#1**+10 **

Remember how in basic algebra anything that we do to one side of an equation we do to the other as well to keep it balanced? The same applies here with one caveat: if you multiply or divide by a negative number you must flip the inequality signs. Here is an example of why this is important/

take 2<4, an obviously true statement and multiply both sides by -1 so we have -2<-4, this is now not true! If we flip the inequality so it says -2>-4 we have preserved out relation however.

Secondly, its not so much about sides in algebra as it is about hitting every "chunk" of math that is separated by a relation symbol. With that, back to your initial question.

Let's subtract four, not from both sides, but from all three "pieces"

-12<-2x<=-9 Now we divide by -2, dont forget to flip the signs!

6>x=>9/2 And we are done!

It can also be written as x<6 and x>=9/2

jboy314 Jun 26, 2014

#1**+10 **

Best Answer

Remember how in basic algebra anything that we do to one side of an equation we do to the other as well to keep it balanced? The same applies here with one caveat: if you multiply or divide by a negative number you must flip the inequality signs. Here is an example of why this is important/

take 2<4, an obviously true statement and multiply both sides by -1 so we have -2<-4, this is now not true! If we flip the inequality so it says -2>-4 we have preserved out relation however.

Secondly, its not so much about sides in algebra as it is about hitting every "chunk" of math that is separated by a relation symbol. With that, back to your initial question.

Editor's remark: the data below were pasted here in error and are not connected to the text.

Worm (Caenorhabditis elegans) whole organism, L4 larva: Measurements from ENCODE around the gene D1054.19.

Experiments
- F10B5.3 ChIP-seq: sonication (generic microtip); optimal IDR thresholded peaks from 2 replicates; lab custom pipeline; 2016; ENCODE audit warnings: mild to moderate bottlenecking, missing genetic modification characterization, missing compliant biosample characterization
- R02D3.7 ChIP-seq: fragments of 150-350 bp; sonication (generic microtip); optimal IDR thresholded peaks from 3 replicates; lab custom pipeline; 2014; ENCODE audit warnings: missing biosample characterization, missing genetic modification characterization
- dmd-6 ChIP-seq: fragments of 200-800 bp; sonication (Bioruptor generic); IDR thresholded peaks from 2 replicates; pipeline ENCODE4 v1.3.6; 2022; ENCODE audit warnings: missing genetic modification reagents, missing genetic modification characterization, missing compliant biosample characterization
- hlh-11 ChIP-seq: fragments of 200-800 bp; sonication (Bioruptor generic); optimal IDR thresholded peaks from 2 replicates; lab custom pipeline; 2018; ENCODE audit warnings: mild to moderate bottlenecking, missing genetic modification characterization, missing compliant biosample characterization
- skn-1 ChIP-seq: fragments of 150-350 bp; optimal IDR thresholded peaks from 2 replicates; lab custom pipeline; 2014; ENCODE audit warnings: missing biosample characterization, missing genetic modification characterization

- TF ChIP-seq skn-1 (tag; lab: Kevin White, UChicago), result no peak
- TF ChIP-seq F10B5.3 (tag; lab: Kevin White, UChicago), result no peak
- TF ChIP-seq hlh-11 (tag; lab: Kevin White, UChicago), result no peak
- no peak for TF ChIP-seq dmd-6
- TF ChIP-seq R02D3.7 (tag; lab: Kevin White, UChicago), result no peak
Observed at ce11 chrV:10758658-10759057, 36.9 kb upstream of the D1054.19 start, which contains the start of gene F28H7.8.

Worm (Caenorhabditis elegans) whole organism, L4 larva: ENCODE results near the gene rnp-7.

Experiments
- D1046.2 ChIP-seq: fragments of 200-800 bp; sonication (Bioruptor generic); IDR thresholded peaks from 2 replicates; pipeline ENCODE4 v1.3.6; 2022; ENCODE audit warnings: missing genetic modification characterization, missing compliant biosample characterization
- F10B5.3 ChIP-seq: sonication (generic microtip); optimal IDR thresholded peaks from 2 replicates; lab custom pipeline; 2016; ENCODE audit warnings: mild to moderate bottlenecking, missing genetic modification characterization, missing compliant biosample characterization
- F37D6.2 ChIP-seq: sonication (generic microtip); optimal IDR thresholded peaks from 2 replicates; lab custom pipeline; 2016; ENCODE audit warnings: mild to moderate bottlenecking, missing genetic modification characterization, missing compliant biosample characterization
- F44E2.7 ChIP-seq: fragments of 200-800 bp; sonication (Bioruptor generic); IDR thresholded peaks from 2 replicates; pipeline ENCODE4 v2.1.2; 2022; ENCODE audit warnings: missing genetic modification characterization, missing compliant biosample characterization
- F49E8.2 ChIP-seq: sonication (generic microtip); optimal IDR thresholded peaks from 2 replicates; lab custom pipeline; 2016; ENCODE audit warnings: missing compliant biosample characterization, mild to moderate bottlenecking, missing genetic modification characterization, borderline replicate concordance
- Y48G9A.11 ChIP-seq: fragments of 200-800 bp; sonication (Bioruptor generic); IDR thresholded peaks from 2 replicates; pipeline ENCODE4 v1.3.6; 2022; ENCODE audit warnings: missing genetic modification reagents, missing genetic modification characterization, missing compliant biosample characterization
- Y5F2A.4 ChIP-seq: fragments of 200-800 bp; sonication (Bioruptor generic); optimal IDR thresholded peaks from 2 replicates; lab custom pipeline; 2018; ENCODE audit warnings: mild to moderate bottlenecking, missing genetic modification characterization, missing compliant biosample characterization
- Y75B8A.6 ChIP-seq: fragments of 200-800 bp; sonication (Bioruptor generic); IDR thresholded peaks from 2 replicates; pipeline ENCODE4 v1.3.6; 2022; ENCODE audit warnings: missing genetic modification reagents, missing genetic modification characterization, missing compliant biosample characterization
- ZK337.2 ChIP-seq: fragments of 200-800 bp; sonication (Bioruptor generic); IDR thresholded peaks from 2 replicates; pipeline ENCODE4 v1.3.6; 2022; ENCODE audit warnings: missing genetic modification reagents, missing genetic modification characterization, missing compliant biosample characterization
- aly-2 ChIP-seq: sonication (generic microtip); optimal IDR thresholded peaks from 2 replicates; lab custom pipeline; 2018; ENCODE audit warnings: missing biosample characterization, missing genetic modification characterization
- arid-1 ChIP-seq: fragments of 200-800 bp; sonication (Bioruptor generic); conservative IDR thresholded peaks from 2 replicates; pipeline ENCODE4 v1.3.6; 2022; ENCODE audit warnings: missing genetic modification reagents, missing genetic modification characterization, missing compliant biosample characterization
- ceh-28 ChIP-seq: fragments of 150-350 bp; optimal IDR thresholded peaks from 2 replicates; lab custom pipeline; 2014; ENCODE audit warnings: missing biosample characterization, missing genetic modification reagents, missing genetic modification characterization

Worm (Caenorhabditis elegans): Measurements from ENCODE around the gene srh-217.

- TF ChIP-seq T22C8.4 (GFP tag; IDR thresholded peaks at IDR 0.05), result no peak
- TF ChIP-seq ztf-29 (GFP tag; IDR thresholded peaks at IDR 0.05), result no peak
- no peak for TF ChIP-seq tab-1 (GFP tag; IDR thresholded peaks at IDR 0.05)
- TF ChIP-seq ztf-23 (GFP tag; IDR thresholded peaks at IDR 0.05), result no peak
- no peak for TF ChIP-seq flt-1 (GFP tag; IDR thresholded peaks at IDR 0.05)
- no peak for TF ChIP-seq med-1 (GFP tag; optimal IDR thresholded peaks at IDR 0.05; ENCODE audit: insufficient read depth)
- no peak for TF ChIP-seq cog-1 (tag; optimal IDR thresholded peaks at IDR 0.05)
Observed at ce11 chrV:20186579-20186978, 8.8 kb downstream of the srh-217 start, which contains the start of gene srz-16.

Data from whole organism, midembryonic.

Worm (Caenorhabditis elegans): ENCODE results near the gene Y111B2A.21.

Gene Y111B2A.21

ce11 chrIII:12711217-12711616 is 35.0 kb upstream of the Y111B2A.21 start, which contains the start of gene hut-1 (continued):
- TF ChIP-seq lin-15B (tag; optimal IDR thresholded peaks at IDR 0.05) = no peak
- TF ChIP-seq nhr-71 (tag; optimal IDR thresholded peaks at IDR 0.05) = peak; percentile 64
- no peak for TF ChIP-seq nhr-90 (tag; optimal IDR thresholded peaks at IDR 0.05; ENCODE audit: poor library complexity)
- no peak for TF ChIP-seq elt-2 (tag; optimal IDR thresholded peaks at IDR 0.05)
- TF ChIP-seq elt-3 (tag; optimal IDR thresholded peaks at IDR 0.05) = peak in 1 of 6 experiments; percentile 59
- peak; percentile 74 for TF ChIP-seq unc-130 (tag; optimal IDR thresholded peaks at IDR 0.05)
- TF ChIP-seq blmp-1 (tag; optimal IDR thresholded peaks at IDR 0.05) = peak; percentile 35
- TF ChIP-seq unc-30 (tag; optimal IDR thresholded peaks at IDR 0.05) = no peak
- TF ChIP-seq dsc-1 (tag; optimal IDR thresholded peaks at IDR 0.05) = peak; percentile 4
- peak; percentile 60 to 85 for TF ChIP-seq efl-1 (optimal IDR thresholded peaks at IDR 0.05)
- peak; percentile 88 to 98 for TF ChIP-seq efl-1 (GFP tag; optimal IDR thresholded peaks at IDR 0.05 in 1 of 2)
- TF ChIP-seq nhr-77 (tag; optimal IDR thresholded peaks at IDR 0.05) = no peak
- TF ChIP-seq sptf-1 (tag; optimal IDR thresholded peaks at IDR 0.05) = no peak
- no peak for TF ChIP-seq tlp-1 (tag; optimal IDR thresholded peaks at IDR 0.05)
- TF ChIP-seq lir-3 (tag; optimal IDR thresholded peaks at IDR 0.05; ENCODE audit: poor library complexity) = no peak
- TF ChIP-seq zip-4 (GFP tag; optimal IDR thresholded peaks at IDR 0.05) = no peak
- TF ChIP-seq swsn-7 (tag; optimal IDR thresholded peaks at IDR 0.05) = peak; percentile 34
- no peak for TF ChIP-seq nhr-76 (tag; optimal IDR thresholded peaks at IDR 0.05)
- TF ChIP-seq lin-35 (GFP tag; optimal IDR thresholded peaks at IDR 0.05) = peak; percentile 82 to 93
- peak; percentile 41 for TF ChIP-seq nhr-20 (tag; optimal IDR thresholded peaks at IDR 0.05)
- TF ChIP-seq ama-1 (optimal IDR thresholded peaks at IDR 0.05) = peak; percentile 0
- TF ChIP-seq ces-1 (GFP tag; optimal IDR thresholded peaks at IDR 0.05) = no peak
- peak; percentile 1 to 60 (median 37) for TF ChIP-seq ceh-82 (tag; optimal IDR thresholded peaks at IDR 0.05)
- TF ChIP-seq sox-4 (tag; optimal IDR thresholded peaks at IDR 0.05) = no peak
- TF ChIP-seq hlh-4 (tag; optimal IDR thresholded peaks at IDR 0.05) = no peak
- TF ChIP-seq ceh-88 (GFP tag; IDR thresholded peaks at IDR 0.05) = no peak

Let's subtract four, not from both sides, but from all three "pieces"

-12<-2x<=-9 Now we divide by -2, dont forget to flip the signs!

6>x=>9/2 And we are done!

It can also be written as x<6 and x>=9/2

jboy314 Jun 26, 2014

#3**+5 **

Am I correct in my assumption that you are talking about this line "-12<-2x<=-9 "

When we subtracted four it killed off the 4 in the 4-2x so what is left over is just the -2x in that middle "chunk"

jboy314 Jun 26, 2014

#4**+5 **

Yes, that was the line I was speaking of. And now it all makes sense. Now I am going to try to do the next one.

sally1 Jun 26, 2014

#5**+5 **

Here's another inequality I want to turn into equalities.

Separately find the extreme values.

1. -8 = 4 - 2x_{1}

Add 8 to both sides: 0 = 12 - 2x_{1}

Add 2x_{1} to both sides 2x_{1} = 12

Divide by 2: x_{1} = 6

2. 4 - 2x_{2} = -5

Add 5 to both sides: 9 - 2x_{2} = 0

Add 2x_{2} to both sides: 9 = 2x_{2}

Divide by 2 to get x_{2} = 4.5

The extreme values are 4.5 and 6. The only point to beware of here is that x can equal the second (lower) limit, but is strictly less than the first (upper) limit. So 4.5 ≤ x < 6

Alan Jun 26, 2014